Beaulieu, Cosset & Essaddam (2002) examined the impact of political risk in Canada on the volatility of stock returns, covering important political events in the country. Their study suggested that political news performs a significant role in the volatility of stock returns. Moreover the volatility of stock returns also depends on the degree of how much a firm is exposed to political risk i.e. the structure of its assets and the level to which there is foreign involvement. Kutan & Perez (2002) also found a significant impact of social and political factors on stock return volatility in their study conducted on Colombian stock market.

Bautista (2003) applied Regime-switching-ARCH regression on Philippine stock returns to estimate its conditional variance and the estimated volatility was then related to major political and economic events. Their study revealed that the Philippine stock market is sensitive to radical changes in the political situation. Moreover the series of military takeover attempts during late 1980s in Philippines lead to hefty fluctuations in stock market index.

Masood & Sergi (2008) analyzed political risks and events that have affected the Pakistan’s stock markets since its foundation. They have found that Pakistan’s political risk carries a significant risk premium of between 7.5% and 12%. They made forecasts using Bayesian hierarchical modeling and Markov Chain Monte Carlo (MCMC) techniques and found that there is relatively high probability of occurrence of events with an average arrival rate of approximately 1.5 events per year.

Many others also wrote that political instability warped the future path of investment decisions (Calvo and Drazen (1997), lessened public investment leading to a shift of government budgets from capital spending to government consumption (Darby, Li and Muscatelli (1998), and makes governments less inclined to make improvements to the legal system (Svensson (1993)

Wars and unrest at the borders creates instability and panic among the investors that could affect the stock market movement at large. The affect of war has been analyzed in many studies including Cutler, Poterba and Summers (1989), Aggarwal, Incaln & Leal (1999) and in Pakistan Masood & Sergi (2008).

Aggarwal, Incaln & Leal (1999) examined the sort of events that cause large swings in volatility of emerging stock markets. For this purpose they examine various social, political and economic events both at global and domestic level to find out their explanatory power in context of the returns volatility in the emerging markets including the impact of gulf war. Though at small scale but the impact of gulf war was felt in those emerging markets. Similarly Masood & Sergi (2008) found that among other factors that they studied, wars with India, 1948, 1965, 1971 and 1999 kargil war negatively influenced the Pakistani stock market.

Evia et al. (2008) examined the affect of socio-political conflict in Bolivia on economic performance. Factors studied widespread during the conflicts as strikes, demonstrations, road blockades, and conventional rent-seeking. Their results showed that economic growth due to external factors is positively related to conflict while growth due to productive investment is negatively related to conflict.

Terrorism is another as put that has been studied in relation to economic activity. Many studied in this distance; produced conflicting results as Becker and Murphy (2001) argue that economic performance are not much affected, because terrorist attacks usually devastate only a small portion of the overall stock of capital in a country. By contrast, Abadie and Gardeazabal (2005) repeated that terrorism shape overall economic risk in a country and lead to the economic shakiness in the country. They also conclude their study that higher level of terrorism risks results into the lower levels of foreign direct investment (FDI). Almost all studies on terrorism and its influence on stock prices limited to only on a single or few events, such as the 11 September 2001 attacks, as considered by Hon et al. (2004) & Chen and Siems (2003) study.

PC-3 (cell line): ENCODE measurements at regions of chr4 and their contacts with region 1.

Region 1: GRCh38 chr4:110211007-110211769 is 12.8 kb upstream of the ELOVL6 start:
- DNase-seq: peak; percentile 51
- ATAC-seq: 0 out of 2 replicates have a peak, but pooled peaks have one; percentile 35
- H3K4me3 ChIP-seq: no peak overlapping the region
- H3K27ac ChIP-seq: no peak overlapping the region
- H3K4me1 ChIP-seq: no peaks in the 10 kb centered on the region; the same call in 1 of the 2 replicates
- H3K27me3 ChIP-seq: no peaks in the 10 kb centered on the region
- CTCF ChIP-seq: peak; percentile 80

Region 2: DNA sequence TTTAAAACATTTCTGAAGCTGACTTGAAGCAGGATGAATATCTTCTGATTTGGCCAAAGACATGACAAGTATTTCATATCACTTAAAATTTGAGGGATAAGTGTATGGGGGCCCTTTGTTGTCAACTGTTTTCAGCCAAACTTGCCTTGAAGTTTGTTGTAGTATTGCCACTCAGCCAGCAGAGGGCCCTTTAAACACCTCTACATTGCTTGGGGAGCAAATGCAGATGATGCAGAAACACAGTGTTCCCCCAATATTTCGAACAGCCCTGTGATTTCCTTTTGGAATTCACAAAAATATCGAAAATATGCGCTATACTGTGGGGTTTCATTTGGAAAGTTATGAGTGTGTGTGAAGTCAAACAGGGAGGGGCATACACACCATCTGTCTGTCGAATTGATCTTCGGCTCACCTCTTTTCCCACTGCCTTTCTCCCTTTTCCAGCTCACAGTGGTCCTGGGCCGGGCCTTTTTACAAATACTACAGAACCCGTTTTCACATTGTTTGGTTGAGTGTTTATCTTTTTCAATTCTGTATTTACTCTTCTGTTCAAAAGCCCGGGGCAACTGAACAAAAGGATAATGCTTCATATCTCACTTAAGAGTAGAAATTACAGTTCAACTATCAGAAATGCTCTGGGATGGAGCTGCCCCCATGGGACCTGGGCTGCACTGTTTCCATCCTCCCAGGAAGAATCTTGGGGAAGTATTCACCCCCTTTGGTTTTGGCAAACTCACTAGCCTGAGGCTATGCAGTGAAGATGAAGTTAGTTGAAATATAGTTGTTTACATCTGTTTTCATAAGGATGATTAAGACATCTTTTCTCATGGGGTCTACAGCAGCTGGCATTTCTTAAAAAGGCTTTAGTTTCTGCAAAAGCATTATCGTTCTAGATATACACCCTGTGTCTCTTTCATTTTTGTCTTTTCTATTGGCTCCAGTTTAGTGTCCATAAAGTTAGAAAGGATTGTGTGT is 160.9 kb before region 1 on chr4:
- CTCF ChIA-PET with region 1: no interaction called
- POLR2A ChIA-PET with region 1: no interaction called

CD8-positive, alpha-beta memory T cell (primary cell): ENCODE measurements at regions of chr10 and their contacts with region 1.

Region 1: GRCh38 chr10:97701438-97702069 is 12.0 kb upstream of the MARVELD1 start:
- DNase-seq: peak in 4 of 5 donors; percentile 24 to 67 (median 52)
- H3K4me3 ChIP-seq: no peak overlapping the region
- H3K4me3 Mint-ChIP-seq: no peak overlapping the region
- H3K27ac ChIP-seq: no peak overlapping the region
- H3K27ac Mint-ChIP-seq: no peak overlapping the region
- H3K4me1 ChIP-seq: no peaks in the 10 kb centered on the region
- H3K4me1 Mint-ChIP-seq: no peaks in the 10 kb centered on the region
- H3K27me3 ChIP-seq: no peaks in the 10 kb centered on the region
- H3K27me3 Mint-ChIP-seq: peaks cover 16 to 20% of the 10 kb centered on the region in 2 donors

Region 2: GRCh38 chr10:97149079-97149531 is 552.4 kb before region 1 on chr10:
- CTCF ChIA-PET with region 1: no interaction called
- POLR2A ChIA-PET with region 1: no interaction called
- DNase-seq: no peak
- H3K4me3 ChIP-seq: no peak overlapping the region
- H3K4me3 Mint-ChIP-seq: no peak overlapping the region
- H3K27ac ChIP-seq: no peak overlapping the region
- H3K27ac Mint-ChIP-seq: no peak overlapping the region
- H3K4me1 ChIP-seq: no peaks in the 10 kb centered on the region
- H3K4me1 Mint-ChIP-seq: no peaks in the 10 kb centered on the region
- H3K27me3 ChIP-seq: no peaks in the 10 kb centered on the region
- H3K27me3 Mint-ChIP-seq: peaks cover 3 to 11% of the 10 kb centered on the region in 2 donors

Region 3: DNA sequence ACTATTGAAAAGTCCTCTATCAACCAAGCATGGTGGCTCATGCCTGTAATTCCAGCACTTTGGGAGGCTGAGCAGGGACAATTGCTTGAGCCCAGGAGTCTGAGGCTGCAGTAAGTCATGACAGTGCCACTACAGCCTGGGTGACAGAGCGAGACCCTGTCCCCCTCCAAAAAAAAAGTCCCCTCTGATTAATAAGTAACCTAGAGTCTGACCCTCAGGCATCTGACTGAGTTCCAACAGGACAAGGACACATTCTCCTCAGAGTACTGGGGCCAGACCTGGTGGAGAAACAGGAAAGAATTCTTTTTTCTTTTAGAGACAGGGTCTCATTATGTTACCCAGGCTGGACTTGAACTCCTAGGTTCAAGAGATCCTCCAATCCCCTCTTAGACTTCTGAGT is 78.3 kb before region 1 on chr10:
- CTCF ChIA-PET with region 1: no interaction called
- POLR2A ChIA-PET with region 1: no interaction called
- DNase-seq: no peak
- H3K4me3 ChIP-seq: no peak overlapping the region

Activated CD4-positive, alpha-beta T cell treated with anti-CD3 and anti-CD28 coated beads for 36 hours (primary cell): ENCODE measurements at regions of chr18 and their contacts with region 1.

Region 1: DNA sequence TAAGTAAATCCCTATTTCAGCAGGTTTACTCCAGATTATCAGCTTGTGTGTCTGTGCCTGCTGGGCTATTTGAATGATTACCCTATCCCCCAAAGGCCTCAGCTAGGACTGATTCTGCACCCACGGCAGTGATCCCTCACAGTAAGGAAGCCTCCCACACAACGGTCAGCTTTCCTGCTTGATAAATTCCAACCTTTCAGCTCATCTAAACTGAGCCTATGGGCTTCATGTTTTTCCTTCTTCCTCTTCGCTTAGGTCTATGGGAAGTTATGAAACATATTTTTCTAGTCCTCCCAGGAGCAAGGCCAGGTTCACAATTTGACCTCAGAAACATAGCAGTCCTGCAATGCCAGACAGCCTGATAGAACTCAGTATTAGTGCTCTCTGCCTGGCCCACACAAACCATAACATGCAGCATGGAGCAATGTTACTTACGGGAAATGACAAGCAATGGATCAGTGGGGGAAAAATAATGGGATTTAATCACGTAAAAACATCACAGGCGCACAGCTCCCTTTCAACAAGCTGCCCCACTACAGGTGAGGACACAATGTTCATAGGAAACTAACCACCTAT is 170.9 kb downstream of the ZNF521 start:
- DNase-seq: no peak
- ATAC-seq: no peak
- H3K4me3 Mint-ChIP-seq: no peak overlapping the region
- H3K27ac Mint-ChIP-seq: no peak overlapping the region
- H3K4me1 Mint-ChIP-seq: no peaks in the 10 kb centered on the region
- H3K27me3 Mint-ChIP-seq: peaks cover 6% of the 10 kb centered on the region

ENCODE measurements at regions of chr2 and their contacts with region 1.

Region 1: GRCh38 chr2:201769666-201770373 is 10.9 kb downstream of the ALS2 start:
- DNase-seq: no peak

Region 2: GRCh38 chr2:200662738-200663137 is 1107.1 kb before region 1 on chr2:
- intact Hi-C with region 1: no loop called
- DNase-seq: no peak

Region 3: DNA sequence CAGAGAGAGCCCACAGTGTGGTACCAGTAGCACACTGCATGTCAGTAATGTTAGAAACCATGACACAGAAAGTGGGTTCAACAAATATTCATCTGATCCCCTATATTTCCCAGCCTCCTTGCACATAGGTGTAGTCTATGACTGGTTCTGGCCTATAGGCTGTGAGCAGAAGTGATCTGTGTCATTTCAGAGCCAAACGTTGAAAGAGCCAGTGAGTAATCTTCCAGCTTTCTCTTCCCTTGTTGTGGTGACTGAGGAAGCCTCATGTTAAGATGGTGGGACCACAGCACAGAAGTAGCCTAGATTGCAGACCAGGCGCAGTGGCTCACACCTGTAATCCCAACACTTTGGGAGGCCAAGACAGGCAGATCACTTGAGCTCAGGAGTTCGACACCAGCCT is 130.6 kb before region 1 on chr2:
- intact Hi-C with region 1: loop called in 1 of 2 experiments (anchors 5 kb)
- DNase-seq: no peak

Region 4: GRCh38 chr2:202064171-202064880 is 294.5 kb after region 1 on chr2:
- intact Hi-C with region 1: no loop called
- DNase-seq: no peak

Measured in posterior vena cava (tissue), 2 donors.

Chen & Siems (2003), used event study methodology to capture the aftermath of terrorism on global capital markets. They studied on the reaction of U.S. capital markets in response to terrorist attacks. Their results showed that capital markets of US are more resilient & flexible than in the past and recover quicker from terrorist attacks than other global capital markets. Their study suggests this increased market resilience to be partially explained by a stable financial sector in US that provides adequate liquidity to support market stability and reduce the spread panic.

Methodology and Data Description

Stock index data is taken from Karachi Stock Exchange, Yahoo Finance. This is a well known and reliable source of business information in Pakistan. The daily closing value of KSE-100 index is used for calculating the daily returns. The continuously compounded annual rate of return is used to measure the returns for the specific period as;

Rt = ln (Pt / Pt-1)

The closing prices of KSE-100 index for Karachi Stock Exchange are taken for the period July 2, 1997 to Oct 13, 2010. Our proxies are TERROR, a dummy variable of terrorist incidents during this period; REGIME, a dummy variable for government changes from fully democratic government to Marshal Law or democratic under such condition; a dummy variable for the period of the Kargal War in 1999. We applied regression model and Arch/Garch technique to capture the results.

ARCH/GARCH Study Models

This section presents the methodology of the paper. Daily data for Karachi stock markets were obtained from Yahoo finance and data for terror, kargal war and regime were obtained from South East Asia Terrorism Portal, and Different News Paper of Pakistan. Study apply ARCH/GARCH tools to see the long term relationship of these variable taking stock return as dependent variable and terror, regime and kargal war as independent variables.